Pop Culture Gadabout
Wednesday, November 01, 2006
      ( 11/01/2006 10:53:00 AM ) Bill S.  

"JUST LOOK UP . . . AT A SKY OF POSSIBILITIES . . ." – It doesn't take long for Tom Dare's grim plight to reveal itself: after a few small symptoms (a moment of stiffness as he attempts to play keyboards at a House of Blues concert, a certain grayness on one of his fingernails), it quickly becomes apparent that Thomas is inexplicably turning to stone. It's a malady he apparently inherited from his father, and it's seemingly incurable. All that he (and we) can do is watch as the poor guy transforms into a statue.

As dramatized by Joe Casey & Charlie Adlard in the new graphic novel, Rock Bottom (AiT/Planet Lar), Dare's tale is a dark one that at first put me in mind of Stephen King's Thinner. In both horror tales, a flawed common guy is suddenly forced to deal with an accelerating physical change that'll ultimately destroy him. But where King's diminishing protagonist spent most of his book denying his personal responsibilities, Dave is more honest with himself. An unfaithful husband, unwilling would-be father, he nonetheless manages to acquit himself with a surprise act of heroism that Ben Grim would recognize. (When we see an "artist's rendition" of our hero after his story hits the news, it even resembles Jack Kirby's earliest version of The Thing.) It's not enough to stave off the inevitable, but it does make him a national legend.

Casey's script is clear and straightforward, both pitiless in its acknowledgment of Dare's considerable failings and empathetic to his dilemma. The story's central irony – that the closer our hero gets to becoming a petrified statue, the more he discovers his humanity (in this, Dare's transmutation could be a stand-in for any number of debilitating diseases) – is an obvious one, but Casey resists the urge to belabor it. In this, he's abetted by Adlard's black-and-white art, which is surprisingly subdued in contrast to Adlard's heavily darkened inkwork for a previous collaboration with Casey, the Eisner-indebted Codeflesh.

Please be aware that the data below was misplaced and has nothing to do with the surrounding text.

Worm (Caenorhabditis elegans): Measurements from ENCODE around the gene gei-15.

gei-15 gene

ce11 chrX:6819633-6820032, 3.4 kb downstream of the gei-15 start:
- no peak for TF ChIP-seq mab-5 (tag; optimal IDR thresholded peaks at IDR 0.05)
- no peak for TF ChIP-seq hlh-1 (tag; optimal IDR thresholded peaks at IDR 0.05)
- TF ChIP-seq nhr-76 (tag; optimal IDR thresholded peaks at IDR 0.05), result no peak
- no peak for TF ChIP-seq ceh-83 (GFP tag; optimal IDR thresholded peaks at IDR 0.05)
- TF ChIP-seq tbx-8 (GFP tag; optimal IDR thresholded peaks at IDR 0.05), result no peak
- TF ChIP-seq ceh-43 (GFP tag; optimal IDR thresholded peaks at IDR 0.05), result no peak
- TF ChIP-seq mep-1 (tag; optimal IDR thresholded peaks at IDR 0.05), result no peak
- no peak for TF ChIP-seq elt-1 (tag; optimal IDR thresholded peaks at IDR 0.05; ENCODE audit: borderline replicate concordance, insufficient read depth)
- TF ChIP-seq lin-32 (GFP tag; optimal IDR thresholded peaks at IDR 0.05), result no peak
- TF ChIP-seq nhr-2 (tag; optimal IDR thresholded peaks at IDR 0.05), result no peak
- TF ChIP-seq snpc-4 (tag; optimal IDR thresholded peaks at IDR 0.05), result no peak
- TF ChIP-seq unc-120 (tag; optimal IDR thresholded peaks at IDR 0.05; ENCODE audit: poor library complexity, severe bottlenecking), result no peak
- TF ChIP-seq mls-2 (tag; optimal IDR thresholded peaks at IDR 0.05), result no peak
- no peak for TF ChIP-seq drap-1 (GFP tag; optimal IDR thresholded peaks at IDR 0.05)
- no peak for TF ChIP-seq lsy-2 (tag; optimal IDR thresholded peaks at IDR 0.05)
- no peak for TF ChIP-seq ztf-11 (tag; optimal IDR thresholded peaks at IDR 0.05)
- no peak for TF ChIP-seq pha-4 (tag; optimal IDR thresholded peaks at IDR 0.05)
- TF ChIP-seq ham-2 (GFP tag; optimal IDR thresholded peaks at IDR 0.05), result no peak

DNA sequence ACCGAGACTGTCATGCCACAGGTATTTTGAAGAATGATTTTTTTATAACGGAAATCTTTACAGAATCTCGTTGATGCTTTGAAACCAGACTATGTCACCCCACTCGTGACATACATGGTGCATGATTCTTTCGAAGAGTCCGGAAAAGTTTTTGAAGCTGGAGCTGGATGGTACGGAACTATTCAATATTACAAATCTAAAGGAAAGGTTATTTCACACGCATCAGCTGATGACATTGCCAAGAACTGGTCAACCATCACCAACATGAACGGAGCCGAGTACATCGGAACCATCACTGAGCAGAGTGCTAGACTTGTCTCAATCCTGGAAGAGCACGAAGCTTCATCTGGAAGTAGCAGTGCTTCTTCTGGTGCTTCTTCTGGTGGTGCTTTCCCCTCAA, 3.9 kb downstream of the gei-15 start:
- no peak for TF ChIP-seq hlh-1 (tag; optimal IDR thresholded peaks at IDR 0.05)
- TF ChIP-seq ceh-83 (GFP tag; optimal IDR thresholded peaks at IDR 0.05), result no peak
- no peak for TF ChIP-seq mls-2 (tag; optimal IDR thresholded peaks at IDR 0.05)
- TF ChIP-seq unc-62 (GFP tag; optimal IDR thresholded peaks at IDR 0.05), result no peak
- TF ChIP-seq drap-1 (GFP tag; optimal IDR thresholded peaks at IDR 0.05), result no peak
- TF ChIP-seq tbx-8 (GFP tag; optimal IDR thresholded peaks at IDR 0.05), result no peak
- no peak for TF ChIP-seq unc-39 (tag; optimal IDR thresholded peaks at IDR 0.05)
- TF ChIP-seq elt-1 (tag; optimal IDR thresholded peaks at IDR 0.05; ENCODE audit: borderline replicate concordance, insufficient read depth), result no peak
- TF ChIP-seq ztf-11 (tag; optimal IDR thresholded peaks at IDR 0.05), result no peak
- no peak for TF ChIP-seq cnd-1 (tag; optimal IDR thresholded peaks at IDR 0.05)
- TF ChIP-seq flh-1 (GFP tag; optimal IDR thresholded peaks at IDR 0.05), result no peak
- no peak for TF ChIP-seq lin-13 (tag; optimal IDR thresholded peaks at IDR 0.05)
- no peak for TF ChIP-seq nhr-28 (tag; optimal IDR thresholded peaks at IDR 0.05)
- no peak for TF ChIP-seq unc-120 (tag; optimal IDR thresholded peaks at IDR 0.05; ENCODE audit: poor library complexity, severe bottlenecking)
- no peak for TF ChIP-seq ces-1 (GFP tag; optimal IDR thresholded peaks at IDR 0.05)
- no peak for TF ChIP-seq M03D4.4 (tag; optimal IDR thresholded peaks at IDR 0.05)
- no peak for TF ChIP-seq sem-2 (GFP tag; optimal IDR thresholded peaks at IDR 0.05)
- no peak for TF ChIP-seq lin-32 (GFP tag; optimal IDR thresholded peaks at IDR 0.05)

Using fine pen lines with minimal shading, Adlard's panels all look as if they were lit by hospital fluorescents. For the first few pages of story, I have to admit the approach made my eyes slide across the page without taking much in. But once I got into it, Adlard's visual control of his characters held me. There are a lot of scenes of our hero sitting around either waiting to receive or receiving his worsening medical prognosis: Adlard keeps 'em interesting throughout. (A comparable moment set in an abortion clinic waiting room is especially fine.) As his work in the ongoing zombie survivalist series, The Walking Dead, shows, Adlard is fully capable of crafting good full-blown horror action scenes. Here, he proves himself even better at visualizing quiet horror, reflecting it through the distress of those around Thomas as they watch their friend or former lover ossify.

Really really fine storytelling, in sum, that'll linger long past many more flashy efforts. Even if it doesn't (unlike Casey's popcorn-y werewolves-in-space AiT GN, Full Moon Fever) attract the attention of the Hollywood optioners . . .
# |

Pop cultural criticism - plus the occasional egocentric socio/political commentary by Bill Sherman (popculturegadabout AT yahoo.com).

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